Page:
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The Prince George’s County Council voted Tuesday to make it more difficult for check-cashing stores to open and adopted laws to encourage the establishment of wineries and bed-and-breakfast inns, the latest efforts by lawmakers to reshape the county and its image.

Under the check-cashing bill, new stores would have to obtain a special exception through a lengthy approval process, including a public hearing, and they would have to adhere to new rules limiting their hours and mandating security cameras, guards and outdoor lighting. Existing stores would be exempt from the rules unless there was a change in ownership.

It’s the latest in a string of restrictive measures affecting businesses such as liquor stores, strip clubs and pawnshops that many residents, rightly or wrongly, associate with crime and blight. Coupled with the two tourism bills, Tuesday’s votes highlight an attempt to take the county in a new direction, some officials said.

“We’re trying to upgrade the livability of the county and, through that, the image,” said council member Thomas E. Dernoga (D-Laurel), who introduced the winery and bed-and-breakfast measures.

This year, the council passed measures that barred pawnshops from selling food, cosmetics and medicine, two years after capping the number of pawnshops allowed. In September, it passed a measure that will eventually confine porn shops to areas zoned for industrial use, eventually moving them out of commercial strip malls and mixed-use centers.

In recent years, the state has enacted laws that forced Prince George’s liquor stores to close at midnight instead of 2 a.m. and barred patrons from taking their own liquor to strip clubs.

“I think there’s a frustration from our citizens, who keep hearing about potential but seeing no change,” said Del. Justin D. Ross (D-Prince George’s), who supported the two state measures and applauded the council’s recent efforts. “In order to achieve some success, we need to do things differently in the county. . . . For far too long, we allowed our landscape to be peppered with liquor stores and strip clubs and pawnshops, and we know we’re better than that.”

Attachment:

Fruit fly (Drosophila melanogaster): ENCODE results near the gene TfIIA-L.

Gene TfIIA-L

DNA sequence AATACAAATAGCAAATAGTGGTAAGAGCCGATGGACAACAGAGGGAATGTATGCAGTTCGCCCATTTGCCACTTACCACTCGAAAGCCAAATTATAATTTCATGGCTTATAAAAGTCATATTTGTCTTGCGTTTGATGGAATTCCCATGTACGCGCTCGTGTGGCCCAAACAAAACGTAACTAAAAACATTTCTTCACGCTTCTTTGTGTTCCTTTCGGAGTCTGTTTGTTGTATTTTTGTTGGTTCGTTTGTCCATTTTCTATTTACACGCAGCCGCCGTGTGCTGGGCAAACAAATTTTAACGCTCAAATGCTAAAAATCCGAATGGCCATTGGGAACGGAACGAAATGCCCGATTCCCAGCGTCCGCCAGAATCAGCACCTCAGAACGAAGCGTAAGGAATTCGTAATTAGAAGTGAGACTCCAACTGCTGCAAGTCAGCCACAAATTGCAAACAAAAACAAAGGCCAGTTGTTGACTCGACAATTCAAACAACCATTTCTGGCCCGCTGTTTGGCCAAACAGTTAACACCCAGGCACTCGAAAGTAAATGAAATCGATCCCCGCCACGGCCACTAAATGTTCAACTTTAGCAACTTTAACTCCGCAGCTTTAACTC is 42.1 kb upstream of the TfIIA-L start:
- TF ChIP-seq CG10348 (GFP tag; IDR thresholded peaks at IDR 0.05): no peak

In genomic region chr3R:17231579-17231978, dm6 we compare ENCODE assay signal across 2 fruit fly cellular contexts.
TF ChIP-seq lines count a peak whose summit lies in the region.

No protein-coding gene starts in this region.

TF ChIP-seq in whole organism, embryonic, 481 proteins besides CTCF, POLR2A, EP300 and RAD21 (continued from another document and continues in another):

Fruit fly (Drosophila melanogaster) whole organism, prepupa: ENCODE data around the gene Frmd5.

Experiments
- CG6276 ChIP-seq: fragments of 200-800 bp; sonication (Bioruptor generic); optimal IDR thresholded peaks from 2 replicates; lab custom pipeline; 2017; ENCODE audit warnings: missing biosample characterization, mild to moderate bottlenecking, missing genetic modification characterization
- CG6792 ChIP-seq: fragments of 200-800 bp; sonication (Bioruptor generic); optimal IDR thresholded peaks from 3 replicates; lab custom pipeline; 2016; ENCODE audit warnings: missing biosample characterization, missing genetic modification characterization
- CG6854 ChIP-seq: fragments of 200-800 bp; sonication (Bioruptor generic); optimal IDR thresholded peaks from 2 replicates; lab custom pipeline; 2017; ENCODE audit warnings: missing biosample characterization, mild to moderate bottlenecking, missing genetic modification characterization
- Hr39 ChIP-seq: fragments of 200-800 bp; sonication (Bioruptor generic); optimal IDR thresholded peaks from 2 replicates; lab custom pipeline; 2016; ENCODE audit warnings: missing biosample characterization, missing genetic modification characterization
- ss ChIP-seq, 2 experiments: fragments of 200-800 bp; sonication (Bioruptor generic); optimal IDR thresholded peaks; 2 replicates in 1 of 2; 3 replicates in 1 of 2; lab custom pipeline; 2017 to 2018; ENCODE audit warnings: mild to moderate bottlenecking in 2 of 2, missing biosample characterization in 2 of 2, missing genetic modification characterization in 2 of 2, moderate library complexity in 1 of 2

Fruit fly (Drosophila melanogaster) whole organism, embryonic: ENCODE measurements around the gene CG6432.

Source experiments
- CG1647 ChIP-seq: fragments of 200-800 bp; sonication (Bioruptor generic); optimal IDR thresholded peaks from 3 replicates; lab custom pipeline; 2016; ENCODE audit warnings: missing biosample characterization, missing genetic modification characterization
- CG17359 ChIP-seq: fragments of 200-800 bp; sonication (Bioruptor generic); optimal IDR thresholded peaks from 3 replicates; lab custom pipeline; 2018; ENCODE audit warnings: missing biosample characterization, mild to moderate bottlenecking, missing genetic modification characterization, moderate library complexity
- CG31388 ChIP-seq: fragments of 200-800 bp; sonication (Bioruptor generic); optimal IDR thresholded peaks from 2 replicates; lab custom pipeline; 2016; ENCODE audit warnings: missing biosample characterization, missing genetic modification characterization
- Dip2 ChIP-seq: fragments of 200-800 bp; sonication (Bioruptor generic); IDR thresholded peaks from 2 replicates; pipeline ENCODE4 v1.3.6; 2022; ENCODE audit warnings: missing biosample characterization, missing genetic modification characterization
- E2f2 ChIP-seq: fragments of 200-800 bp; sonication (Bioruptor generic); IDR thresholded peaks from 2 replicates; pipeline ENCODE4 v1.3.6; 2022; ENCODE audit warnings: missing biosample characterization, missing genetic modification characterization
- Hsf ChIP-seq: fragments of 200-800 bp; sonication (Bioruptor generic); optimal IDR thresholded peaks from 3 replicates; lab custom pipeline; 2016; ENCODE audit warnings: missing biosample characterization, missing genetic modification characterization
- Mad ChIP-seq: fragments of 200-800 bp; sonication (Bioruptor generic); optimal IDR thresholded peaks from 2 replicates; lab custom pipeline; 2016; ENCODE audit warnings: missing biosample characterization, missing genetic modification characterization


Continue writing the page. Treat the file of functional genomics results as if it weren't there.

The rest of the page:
The check-cashing bill, which was proposed by council member William A. Campos (D-Hyattsville) and passed by a 5 to 4 vote, exempts stores that charge fees of 1.5 percent or less on cashed checks and those that have check cashing as an “incidental” part of their business — a clause some critics say is too vague and will exempt many stores.

Since the bill was first proposed, it was softened somewhat by removing a ban on ATMs and compromising on business hours, but industry representatives and many patrons strongly opposed it.

Patrons said they need the stores because they are unable to open bank accounts. Store owners said that the bill singles them out unfairly and that there is no statistical proof that the businesses attract robberies and other crimes, as county officials allege.

County police offered anecdotal evidence of related crime, but they said they don’t keep statistics on street crime associated with the stores.

Neil Goldstein, chairman of the board of the Maryland Association of Financial Service Centers, said the measure, coupled with state regulations, places unfair and confusing constraints on the stores. “They came up with an idea that seems simple on its surface,” Golstein said of the County Council. “It really is a terrible piece of legislation.”

Campos, who has said the stores have become too common in some places, conceded in a past committee hearing that many of the negative assertions about check cashers might be pure perception. He said Tuesday that the goal of the bill was not to oust the businesses but to give the public a chance to comment on where news ones are located.

But even as the county took steps to restrict such businesses, which are mostly concentrated inside the Capital Beltway, it passed laws promoting tourist-friendly operations in rural areas.

Two bills introduced by Dernoga added provisions for wineries and bed-and-breakfast inns to the zoning code for the first time.

One bill defines bed-and-breakfasts as “owner-occupied, one-family detached residential” dwellings whose paying guests stay no longer than two weeks a visit. The other allows wineries in rural residential zones on parcels of five acres or more and permits wine tastings and festivals on the grounds. A new state law would be needed before wine could be sold on the premises, Dernoga said.

Dernoga said that a couple of farms with small grape-growing operations wanted to open wineries but that the zoning code provided no way to do so.

One of the farm owners, W. Gordon Gemeny, 79, of Calvert County, said the bill offers a chance for his 200-acre Brandywine farm to become profitable. “I’m trying to make sure that this farm is self-supporting when it’s turned over to my kids,” Gemeny said.

A spokesman said County Executive Jack B. Johnson (D) supported Tuesday’s three bills.